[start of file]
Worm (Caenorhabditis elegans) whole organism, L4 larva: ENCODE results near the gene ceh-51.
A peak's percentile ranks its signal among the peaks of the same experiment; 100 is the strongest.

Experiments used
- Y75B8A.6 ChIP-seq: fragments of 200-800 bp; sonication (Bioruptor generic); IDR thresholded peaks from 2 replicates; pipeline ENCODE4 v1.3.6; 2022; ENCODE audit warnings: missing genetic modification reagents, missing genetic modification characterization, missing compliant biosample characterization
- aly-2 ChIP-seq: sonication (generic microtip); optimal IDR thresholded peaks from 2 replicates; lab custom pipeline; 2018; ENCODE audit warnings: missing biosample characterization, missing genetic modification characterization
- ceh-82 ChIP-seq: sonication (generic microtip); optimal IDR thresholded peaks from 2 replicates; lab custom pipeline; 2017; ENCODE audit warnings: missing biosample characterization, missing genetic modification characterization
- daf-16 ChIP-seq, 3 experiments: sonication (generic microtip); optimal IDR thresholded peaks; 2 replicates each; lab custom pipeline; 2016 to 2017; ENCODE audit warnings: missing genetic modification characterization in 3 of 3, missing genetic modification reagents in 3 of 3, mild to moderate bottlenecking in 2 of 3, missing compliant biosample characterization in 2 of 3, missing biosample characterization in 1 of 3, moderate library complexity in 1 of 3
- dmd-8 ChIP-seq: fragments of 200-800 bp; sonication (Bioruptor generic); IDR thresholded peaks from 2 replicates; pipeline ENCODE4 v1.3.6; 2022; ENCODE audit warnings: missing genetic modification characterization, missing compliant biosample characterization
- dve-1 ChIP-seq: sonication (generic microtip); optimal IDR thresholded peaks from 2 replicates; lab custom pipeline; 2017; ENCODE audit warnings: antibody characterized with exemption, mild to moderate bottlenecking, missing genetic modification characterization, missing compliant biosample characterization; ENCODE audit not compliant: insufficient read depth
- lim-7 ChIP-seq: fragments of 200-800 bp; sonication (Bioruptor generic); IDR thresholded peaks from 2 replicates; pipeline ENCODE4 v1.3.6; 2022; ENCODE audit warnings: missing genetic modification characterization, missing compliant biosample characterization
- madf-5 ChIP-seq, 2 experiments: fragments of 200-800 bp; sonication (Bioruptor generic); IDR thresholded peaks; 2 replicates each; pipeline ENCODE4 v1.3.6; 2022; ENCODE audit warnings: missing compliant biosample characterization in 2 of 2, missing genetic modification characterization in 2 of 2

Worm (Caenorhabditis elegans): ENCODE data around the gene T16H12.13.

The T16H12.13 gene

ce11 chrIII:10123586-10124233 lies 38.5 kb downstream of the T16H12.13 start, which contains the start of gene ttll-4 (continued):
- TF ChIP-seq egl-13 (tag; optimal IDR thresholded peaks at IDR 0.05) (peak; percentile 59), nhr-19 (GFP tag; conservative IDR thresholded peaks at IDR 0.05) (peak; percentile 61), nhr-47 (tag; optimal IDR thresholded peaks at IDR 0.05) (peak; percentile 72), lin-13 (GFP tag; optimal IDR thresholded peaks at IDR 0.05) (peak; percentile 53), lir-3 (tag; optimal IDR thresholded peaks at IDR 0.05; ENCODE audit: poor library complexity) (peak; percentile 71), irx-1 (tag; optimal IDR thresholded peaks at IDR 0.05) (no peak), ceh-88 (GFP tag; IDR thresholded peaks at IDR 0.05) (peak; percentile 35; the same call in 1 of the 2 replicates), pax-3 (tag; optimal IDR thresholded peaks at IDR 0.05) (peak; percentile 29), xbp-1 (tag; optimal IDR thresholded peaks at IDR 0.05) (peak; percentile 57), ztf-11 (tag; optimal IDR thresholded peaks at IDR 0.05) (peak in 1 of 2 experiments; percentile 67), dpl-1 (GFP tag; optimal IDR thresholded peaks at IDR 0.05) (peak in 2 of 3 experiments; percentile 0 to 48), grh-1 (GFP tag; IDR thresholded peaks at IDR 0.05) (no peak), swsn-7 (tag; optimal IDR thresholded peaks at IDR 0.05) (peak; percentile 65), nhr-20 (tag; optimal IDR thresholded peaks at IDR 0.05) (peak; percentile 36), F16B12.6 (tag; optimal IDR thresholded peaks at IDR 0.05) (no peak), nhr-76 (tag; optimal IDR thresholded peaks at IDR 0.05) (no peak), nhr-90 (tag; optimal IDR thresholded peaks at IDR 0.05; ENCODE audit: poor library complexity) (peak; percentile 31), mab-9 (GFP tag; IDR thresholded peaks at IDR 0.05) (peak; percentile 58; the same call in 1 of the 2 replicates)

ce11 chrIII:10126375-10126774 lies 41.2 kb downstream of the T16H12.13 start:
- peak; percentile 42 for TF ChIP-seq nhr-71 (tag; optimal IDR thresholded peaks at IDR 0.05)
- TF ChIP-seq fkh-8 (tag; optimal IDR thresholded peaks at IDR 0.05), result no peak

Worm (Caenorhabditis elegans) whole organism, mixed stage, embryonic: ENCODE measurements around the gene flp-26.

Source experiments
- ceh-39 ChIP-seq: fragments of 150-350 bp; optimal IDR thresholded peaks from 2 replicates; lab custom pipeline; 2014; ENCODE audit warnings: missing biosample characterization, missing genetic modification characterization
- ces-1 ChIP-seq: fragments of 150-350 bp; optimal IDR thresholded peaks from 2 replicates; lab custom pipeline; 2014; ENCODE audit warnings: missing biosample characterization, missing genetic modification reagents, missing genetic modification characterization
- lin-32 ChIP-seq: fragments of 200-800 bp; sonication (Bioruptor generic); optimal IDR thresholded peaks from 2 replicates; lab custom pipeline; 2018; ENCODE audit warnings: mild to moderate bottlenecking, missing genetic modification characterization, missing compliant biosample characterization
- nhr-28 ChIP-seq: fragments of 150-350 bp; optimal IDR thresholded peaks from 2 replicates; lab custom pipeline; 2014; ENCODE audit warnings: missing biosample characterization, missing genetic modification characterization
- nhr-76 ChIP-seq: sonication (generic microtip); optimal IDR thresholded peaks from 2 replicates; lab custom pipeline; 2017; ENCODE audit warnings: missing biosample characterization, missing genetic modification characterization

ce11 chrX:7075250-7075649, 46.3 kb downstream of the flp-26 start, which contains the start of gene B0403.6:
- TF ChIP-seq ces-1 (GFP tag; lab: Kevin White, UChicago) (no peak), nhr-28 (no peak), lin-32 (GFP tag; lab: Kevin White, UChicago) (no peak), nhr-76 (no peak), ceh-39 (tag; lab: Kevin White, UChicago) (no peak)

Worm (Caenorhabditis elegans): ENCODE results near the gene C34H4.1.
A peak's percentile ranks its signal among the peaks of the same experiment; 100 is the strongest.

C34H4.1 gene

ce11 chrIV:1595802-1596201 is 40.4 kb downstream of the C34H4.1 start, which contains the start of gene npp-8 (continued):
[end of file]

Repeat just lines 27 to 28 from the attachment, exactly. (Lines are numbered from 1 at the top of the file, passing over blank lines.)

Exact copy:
- TF ChIP-seq ces-1 (GFP tag; lab: Kevin White, UChicago) (no peak), nhr-28 (no peak), lin-32 (GFP tag; lab: Kevin White, UChicago) (no peak), nhr-76 (no peak), ceh-39 (tag; lab: Kevin White, UChicago) (no peak)

Worm (Caenorhabditis elegans): ENCODE results near the gene C34H4.1.